by James Berardinelli
November 15, 1999
For Patricia Rozema, it's the end of a long day. As I sit across from her in the living room of her suite at the Philadelphia Four Seasons, it's obvious that she's exhausted. Spending hour after hour answering questions from a brigade of critics will do that to a person. Once we begin talking, however, a remarkable transformation comes over her. The subject of her latest film, Mansfield Park, galvanizes her, bringing her to life. After just a short time in her company, I can understand why Miramax honcho Harvey Weinstein hand-picked her to direct the latest entry into the Jane Austen cinematic canon.
Rozema admits that, before Mansfield Park, she did not consider herself the kind of filmmaker who would adapt a Jane Austen story. She has seen some (but not all) of the recent Austen-inspired movies, and recognizes that a whole aspect of the author's style has been lost, resulting in period piece romances that make Austen out to be more sentimental than she actually was. In fact, Rozema sees her as "one of the greatest novelists of the English language" who has an unparalleled "delineation of character" and is resolutely "anti-sentimental." While she will not speak ill of any of the recent Austen movies, it's clear that she feels none of them delved deeply beneath the surface of the text.
To Rozema, Mansfield Park isn't just Austen's most controversial novel, it's her most interesting. Is it her favorite? "I was the most stimulated and challenged by it," she parries with a smile. She reveals that when Harvey Weinstein first approached her to do the project, she rejected him, because she didn't want to use someone else's script. Once she got the go-ahead to write the screenplay, she began a period of intensive research that involved immersing herself in everything from critical essays on Mansfield Park to Austen's other published writings. Rozema wanted this movie to be something far more substantial than a sumptuous, run-of-the-mill motion picture that would sate the Masterpiece Theater crowd.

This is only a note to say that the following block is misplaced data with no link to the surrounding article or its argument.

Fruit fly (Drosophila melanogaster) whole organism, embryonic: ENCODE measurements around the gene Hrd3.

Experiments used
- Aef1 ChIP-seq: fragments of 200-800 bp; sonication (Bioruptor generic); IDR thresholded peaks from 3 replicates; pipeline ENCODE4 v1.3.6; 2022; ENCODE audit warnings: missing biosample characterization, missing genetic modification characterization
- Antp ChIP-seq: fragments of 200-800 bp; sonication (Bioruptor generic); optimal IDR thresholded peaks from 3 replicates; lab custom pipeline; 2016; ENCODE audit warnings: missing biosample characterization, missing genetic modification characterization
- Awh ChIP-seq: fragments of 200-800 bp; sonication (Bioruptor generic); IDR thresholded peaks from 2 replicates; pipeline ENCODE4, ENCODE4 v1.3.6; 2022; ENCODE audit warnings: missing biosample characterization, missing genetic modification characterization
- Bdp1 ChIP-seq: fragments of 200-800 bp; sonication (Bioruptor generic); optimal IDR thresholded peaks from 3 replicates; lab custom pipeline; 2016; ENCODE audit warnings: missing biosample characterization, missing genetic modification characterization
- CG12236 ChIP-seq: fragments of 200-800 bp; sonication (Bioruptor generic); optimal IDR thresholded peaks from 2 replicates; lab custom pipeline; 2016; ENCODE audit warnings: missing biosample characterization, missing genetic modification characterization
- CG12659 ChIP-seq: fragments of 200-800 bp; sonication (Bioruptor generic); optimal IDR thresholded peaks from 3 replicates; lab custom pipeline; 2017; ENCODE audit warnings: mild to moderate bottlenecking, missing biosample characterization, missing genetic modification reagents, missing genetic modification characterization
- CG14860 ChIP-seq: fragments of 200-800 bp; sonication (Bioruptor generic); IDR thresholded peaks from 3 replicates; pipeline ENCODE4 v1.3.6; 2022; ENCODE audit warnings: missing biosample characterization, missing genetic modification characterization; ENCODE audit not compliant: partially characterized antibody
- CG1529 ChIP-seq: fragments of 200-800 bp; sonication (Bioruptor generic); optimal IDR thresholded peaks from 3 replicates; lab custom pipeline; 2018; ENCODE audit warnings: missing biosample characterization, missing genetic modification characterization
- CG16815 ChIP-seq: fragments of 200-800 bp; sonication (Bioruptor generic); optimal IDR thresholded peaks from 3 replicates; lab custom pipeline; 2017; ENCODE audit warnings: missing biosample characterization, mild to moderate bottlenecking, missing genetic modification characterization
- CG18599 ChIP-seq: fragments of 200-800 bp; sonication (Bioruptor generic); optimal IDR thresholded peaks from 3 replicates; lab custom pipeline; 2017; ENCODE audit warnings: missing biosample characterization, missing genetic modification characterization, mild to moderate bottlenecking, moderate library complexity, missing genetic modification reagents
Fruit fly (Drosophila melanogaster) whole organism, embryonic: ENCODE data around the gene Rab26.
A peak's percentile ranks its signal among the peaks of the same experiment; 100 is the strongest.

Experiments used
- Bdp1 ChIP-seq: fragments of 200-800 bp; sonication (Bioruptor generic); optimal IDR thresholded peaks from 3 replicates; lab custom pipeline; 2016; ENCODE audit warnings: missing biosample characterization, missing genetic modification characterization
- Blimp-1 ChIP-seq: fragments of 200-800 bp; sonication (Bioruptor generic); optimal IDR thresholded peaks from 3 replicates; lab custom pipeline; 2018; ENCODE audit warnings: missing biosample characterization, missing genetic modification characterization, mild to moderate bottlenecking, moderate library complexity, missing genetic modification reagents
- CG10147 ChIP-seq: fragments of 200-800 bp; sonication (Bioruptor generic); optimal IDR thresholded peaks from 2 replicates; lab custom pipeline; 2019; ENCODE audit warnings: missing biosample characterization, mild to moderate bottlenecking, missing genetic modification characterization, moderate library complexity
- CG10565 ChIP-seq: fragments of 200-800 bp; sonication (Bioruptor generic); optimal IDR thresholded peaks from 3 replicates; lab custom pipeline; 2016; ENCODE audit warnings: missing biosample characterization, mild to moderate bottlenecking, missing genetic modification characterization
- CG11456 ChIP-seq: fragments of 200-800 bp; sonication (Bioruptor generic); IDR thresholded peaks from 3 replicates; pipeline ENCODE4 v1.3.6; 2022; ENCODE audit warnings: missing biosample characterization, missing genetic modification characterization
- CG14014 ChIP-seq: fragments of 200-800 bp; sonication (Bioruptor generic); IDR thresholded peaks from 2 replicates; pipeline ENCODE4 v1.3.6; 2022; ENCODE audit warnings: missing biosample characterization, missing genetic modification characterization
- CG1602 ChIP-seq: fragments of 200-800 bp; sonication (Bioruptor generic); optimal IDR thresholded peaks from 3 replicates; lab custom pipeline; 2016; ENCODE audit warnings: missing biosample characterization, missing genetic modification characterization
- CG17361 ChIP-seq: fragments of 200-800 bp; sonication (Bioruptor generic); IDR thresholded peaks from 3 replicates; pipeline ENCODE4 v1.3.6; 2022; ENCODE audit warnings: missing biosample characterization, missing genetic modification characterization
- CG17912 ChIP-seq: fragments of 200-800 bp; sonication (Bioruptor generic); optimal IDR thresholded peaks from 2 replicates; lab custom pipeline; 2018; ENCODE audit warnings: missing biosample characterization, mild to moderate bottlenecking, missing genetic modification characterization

The aspect of the book that intrigued her the most was the way Austen confronted slavery - a hot political issue when Mansfield Park was written. In the movie, Rozema expands upon this theme, making the main character of Fanny Price into a more forthright abolishonist than she is in the novel. There is a sequence in the film (but not in the book) in which Fanny discovers a book of sketches depicting the horrible exploitation of Africans by her English benefactor, Sir John. As she flips the pages, Fanny realizes the suffering that lies at the source of the comfort she has enjoyed over the years. "That scene," comments Rozema, "was my reason for doing the movie - or at least one of my reasons."
There are other themes in the novel that Rozema amplifies for the film. One is the latent lesbian attraction between Mary and Fanny, which is more open on screen. Then there's the possibility of incest. During the scene when Mr. Price is introduced, he is presented as a leering, lecherous character who may or may not be involved in a sexual relationship with one or more of his daughters. Rozema explains that her intention was to make the audience feel "uncomfortable with the scene and the character [of Mr. Price]" without offering an explicit explanation. It's up to the individual viewer to decide how rotten things are in the Price household. However, Rozema does say that "incest is a theme in the book. There's Fanny and Edmund - they're cousins. Then there's Fanny and Sir John - niece and uncle."